Category Archives: Quotes

Hector Berlioz on the Trombone

“In my opinion the trombone is the true head of that family of wind instruments which I have named the epic one.  It possesses nobility and grandeur to the highest degree;  it has all the serious and powerful tones of sublime musical poetry, from religious, calm and imposing accents to savage, orgiastic outbursts.  Directed by the will of a master, the trombones can chant like a choir of priests, threaten, utter gloomy sighs, a mournful lament or a bright hymn of glory, they can break forth into awe-inspiring cries and awaken the dead or doom the living with their fearful voices.”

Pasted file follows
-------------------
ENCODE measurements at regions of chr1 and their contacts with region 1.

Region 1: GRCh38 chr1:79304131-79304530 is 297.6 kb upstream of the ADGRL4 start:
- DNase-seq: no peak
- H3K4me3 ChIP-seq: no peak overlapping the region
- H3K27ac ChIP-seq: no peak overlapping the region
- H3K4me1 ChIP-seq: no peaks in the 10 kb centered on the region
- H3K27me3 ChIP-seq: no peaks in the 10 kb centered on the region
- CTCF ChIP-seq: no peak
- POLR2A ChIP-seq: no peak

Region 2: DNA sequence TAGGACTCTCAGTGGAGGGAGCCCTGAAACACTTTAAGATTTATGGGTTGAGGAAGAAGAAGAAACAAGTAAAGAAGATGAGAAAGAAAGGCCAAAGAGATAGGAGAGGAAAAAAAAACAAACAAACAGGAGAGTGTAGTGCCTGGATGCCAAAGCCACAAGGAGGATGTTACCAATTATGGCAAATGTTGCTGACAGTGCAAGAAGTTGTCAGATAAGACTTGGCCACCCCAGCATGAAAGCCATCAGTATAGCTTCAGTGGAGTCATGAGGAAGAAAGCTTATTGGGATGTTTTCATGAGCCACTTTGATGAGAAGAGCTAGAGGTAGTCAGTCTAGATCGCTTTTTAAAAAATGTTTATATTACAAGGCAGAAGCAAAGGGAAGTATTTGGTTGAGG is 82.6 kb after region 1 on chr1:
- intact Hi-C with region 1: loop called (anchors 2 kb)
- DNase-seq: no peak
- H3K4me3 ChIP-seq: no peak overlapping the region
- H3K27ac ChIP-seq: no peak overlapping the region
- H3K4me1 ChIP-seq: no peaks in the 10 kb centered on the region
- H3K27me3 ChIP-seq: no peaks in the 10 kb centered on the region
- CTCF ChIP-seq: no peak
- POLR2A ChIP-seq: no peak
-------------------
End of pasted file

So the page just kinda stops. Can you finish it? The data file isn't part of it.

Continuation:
“Nevertheless, ways were found some thirty years ago to degrade this instrument by limiting its use to the worthless and ridiculous doubling of the double-bass part.  Fortunately, this method has now been almost completely abandoned; but in many otherwise beautiful scores one can still find the basses almost continuously doubled in unison by a single trombone. I know nothing less harmonious or more vulgar than this manner of instrumentation.  The tone of the trombone is so characteristic that is should never be used except for special effects.  It cannot be its function merely to reinforce the double-basses, with whose timbre, moreover, it has no sympathy whatever.”